just sayin'
  11. wjlafrance macrumors 6502

    Dec 23, 2009
    Madison, WI
    It's a scam.

    What they do is dispute the payment with their bank. Paypal will not take your side on this, generally. Sometimes they will, if you have a tracking number, but it's not worth your time generally.

    But you might be able to drag this out a bit, depending on how much you want the money. If you open a new bank account and create a new paypal account with it, you can give that to him, and withdraw the money as soon as it clears and close the bank account. If you have the cash-in-hand with no bank trail back to Paypal (making it difficult for Paypal to try to take your money without going through an actual process), and you mail him the actual goods immediately, then it's no foul play on your part, plus you got him to overpay for trying to scam you. +1 Karma!

    If you go that route though, be sure to get a tracking number for the package just in case.
  12. kingtj macrumors 68020

    Oct 23, 2003
    Brunswick, MD
    Additional thoughts ....

    I actually have had people contact me about items I put on Craigslist, who wanted to buy it despite living in other parts of the country. So that alone isn't necessarily a sign of a scam.

    I sold a guitar amplifier that way one time, shipping it out to the guy in Wisconsin (when I lived in Missouri), and sold an Ibanez electric guitar one like that too.

    Sometimes people do Google searches looking for specific items and your local Craigslist ads will come up in the search results, no matter where they're located.

    But in each of these cases, I actually talked with the buyer on the phone before doing the transaction, too. I think both of us wanted that extra sense of knowing who we were dealing with that comes from an actual conversation. And I *never* had someone legitimately offer to pay me more than my asking price unless we specifically agreed on it as the cost of postage.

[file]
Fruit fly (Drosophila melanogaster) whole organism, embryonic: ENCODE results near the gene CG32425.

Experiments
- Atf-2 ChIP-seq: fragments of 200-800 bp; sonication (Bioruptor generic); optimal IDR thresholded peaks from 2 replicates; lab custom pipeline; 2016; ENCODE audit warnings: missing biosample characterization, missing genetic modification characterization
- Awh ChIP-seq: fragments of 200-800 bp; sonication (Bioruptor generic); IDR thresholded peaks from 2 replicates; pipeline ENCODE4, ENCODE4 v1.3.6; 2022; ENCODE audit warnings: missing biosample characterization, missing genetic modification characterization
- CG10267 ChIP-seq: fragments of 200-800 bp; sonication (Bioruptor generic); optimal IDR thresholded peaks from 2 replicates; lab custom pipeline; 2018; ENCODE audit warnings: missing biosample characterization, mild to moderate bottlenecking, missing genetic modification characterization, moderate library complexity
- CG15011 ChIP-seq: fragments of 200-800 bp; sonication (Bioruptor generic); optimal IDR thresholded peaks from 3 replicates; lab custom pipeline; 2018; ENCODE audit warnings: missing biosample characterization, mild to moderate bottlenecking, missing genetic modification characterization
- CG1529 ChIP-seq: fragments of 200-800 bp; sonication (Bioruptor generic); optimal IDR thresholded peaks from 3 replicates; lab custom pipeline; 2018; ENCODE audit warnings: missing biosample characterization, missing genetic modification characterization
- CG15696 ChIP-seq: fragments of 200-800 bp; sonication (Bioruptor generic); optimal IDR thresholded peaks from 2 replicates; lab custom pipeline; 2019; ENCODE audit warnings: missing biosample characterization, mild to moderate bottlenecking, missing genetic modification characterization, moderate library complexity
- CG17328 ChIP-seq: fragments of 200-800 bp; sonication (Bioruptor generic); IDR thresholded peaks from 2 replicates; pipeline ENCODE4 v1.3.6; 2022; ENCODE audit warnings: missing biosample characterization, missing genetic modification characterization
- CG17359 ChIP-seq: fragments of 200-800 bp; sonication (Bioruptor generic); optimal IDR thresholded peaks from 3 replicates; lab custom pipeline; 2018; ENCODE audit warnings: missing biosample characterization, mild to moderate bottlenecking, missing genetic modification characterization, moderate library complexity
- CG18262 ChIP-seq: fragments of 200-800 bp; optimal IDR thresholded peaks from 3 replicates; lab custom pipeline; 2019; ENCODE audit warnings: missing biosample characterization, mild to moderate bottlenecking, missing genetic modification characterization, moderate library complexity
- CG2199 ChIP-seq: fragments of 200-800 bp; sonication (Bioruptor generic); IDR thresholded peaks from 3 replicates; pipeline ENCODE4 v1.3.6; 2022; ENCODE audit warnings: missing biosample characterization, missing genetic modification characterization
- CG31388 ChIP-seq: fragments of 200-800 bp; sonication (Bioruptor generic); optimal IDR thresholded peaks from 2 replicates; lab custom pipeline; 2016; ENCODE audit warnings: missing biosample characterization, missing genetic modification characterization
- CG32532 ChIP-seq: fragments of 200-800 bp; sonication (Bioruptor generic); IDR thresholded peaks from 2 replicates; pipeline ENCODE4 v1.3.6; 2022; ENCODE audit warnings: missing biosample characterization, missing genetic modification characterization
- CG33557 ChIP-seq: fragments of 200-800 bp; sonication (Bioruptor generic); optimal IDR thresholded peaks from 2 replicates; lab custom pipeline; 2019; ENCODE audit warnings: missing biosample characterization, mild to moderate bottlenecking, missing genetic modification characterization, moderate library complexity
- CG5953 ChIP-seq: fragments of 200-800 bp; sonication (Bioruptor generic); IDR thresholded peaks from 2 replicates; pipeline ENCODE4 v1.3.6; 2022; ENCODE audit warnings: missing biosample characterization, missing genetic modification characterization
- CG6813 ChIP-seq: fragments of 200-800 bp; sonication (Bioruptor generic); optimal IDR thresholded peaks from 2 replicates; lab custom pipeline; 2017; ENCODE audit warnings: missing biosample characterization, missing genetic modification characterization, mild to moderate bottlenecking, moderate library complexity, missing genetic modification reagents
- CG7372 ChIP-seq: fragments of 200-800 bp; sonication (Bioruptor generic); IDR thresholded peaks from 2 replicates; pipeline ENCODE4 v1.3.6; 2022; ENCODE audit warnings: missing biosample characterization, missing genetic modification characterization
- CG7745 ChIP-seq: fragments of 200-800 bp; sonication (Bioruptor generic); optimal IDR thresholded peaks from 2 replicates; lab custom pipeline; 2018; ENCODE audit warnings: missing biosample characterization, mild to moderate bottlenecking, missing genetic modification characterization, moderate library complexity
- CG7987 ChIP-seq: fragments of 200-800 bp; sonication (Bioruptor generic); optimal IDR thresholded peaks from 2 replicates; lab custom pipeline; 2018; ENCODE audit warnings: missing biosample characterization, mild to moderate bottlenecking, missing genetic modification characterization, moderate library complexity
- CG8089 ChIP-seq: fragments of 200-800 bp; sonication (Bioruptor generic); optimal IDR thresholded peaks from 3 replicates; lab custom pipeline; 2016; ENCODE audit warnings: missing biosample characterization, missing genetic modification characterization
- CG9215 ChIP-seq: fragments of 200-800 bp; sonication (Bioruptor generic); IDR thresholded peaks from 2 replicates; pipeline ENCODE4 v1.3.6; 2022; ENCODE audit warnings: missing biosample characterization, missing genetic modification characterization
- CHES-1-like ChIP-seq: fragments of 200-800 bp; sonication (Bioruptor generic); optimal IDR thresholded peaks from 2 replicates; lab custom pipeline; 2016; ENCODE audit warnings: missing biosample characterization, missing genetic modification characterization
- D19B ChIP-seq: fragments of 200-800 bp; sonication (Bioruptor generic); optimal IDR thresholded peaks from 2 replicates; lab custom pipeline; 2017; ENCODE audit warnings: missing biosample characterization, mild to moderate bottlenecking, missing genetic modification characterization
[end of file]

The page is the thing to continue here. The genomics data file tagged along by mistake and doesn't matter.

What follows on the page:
To be honest, I'm getting to the point where I'd rather someone paid me in bitcoin or litecoin than PayPal. It may be a big pain in the butt dealing with these new "e-currencies" (have to install special "wallet" software and copy/paste a big, long address for them to use to send you the payment, etc. etc.) -- but at least it's like cash where the transaction is final. There's no middle man taking a cut like PayPal does, who can decide to allow charge-backs or suspend your whole account on a whim.
  13. m98custom1212 macrumors 6502

    Jul 20, 2013
    Toledo, Ohio
    Its a scam.. He using another someone else paypal

    He is adding $150? really I could see $15 for shipping and paypal fees
  14. LaunchpadBS macrumors 6502a

    Nov 11, 2008

    He'll tell paypal it's lost in transit, claim his money back and you lose.
    He'll tell Paypal the box was empty, claim his money back and send you back an empty box and you lose.
    etc etc...

    Pick one, Paypal's resolution process favors these scumbag scammers so watch out.
  15. chrono1081 macrumors 604


    Jan 26, 2008
    Isla Nublar
    Also too the seller may not have a verified paypal address and hopes that you won't notice.
  16. Fishrrman macrumors G5


    Feb 20, 2009
    That's a common scam.

    If you're smart, you'll walk away.
  17. Akuratyde macrumors regular

    Feb 7, 2011
    YES. They can file a dispute with their CC company and since PayPal is the middle man between the CC company and you they really have no choice but to refund the money to the CC company/buyer. I've had this happen to me, don't fall for it.

    I would discourage anyone from selling high-priced electronics on Craigslist. eBay is the much safer route as you have eBay's buyer/seller protection, the PayPal transaction is logged by eBay, and you can ship the item with signature confirmation and insurance, thus covering all of your bases. After being burned on Craigslist I turned to eBay and using the above method haven't encountered any problems.
  18. Vampire5003 macrumors 6502

    Dec 12, 2010
    People have attempted to scam me

    Look people complaining about paypal, Paypal is fine. Let me tell you how this scam works.

    Copying from gmail:
    Buying it for For My Cousin,I'll pay you $400 including mailing fees to my cousin and I'll be paying Through My PayPal Account,So Please Get Back To Me With your PayPal Email Address

    PayPal email is

    Sent from my iPad

    If you look at the screenshots, you'll notice the Nigerian scammer created a fake email called, which is the actual paypal email address. If you forward the fake paypal email to, then you'll usually get a email from paypal telling you the "FAKE BUYER" was a scammer pretending to be paypal. Scammers will rarely do through the trouble of chargebacks etc. Believe me, if you say "we have a deal". The scammer even had a local area phone number, 832 Houston area code, and he received texts, and sounded like the average white male. He probably used a phone spoofing service, like spoofcard.

    Attached Files:

  19. Macky-Mac macrumors 68030


    May 18, 2004
    one way this scam works; stolen credit card used to pay paypal........and then paypal will want the money back from your account so you'll be out the cash and your iPad